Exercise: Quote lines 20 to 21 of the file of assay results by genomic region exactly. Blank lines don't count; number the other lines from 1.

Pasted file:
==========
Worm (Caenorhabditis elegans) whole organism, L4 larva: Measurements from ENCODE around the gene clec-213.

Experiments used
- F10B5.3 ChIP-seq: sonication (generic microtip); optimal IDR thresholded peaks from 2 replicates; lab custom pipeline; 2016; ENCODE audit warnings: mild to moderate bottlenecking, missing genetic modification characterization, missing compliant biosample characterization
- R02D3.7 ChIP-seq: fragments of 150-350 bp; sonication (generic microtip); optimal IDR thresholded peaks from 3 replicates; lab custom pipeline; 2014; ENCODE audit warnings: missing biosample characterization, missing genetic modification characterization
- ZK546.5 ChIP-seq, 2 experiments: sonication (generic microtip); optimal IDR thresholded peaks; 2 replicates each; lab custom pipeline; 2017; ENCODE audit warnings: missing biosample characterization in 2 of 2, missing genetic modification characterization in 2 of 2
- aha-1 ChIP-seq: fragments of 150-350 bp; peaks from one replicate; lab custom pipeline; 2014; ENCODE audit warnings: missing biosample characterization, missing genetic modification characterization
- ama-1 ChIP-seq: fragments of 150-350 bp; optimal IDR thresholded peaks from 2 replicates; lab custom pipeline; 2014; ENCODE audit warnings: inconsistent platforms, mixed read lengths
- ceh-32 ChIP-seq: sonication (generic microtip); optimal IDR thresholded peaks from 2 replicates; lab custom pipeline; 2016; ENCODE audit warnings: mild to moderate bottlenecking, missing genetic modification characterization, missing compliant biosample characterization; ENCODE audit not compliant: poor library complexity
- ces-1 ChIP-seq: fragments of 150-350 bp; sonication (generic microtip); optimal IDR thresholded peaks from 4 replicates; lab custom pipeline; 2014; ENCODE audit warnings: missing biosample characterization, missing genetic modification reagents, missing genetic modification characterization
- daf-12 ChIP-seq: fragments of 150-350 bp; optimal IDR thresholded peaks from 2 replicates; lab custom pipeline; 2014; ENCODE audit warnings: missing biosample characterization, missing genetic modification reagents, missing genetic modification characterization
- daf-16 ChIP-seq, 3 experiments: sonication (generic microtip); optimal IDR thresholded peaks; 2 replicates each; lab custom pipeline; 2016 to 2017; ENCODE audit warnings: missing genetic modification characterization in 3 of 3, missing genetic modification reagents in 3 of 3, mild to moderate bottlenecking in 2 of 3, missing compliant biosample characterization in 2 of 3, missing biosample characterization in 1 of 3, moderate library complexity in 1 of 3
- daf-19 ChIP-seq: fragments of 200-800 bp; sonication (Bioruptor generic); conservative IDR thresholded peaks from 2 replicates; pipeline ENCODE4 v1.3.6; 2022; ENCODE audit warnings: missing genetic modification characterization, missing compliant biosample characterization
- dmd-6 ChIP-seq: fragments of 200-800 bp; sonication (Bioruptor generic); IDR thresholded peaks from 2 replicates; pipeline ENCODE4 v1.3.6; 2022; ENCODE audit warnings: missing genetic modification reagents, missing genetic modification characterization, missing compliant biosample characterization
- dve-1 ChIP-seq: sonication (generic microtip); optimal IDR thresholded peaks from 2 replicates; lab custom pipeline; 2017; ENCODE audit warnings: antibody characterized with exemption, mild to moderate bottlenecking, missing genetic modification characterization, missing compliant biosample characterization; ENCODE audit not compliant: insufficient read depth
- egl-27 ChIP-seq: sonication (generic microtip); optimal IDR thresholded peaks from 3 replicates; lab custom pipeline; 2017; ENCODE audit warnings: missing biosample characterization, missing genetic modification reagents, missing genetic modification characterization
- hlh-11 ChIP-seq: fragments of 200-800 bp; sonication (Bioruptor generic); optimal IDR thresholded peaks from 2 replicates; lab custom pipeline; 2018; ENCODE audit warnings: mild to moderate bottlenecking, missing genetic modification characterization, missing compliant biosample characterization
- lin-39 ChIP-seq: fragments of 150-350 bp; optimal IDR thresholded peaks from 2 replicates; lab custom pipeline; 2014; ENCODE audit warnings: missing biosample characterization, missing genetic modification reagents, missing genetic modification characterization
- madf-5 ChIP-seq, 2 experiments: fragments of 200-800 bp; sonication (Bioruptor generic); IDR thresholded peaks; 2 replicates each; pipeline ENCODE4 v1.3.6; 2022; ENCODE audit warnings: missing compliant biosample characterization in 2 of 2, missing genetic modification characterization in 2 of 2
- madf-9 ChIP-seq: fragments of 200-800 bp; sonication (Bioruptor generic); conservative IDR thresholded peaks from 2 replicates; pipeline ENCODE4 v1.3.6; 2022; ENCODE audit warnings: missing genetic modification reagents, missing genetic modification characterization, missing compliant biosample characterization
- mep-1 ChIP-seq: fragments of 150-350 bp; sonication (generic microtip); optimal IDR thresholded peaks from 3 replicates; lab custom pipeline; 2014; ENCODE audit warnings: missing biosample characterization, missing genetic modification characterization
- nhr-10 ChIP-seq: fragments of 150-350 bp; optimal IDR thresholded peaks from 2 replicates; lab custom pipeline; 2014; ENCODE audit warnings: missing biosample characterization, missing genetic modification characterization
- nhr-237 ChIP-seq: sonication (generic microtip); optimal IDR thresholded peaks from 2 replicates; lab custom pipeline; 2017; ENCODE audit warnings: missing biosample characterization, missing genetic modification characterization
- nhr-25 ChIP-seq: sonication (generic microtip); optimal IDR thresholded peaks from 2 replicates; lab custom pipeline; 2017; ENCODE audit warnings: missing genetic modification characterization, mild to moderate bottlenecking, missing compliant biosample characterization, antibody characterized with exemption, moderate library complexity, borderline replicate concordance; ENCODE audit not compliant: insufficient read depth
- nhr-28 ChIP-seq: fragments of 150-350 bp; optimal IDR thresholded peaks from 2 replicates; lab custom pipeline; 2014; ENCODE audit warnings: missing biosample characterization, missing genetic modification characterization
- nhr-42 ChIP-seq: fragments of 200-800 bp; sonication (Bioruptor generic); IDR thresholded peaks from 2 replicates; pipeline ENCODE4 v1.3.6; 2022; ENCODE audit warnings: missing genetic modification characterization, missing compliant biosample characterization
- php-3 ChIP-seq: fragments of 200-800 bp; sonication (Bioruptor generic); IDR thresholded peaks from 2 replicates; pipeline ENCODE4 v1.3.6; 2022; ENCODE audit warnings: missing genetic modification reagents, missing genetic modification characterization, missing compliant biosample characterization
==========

- mep-1 ChIP-seq: fragments of 150-350 bp; sonication (generic microtip); optimal IDR thresholded peaks from 3 replicates; lab custom pipeline; 2014; ENCODE audit warnings: missing biosample characterization, missing genetic modification characterization
- nhr-10 ChIP-seq: fragments of 150-350 bp; optimal IDR thresholded peaks from 2 replicates; lab custom pipeline; 2014; ENCODE audit warnings: missing biosample characterization, missing genetic modification characterization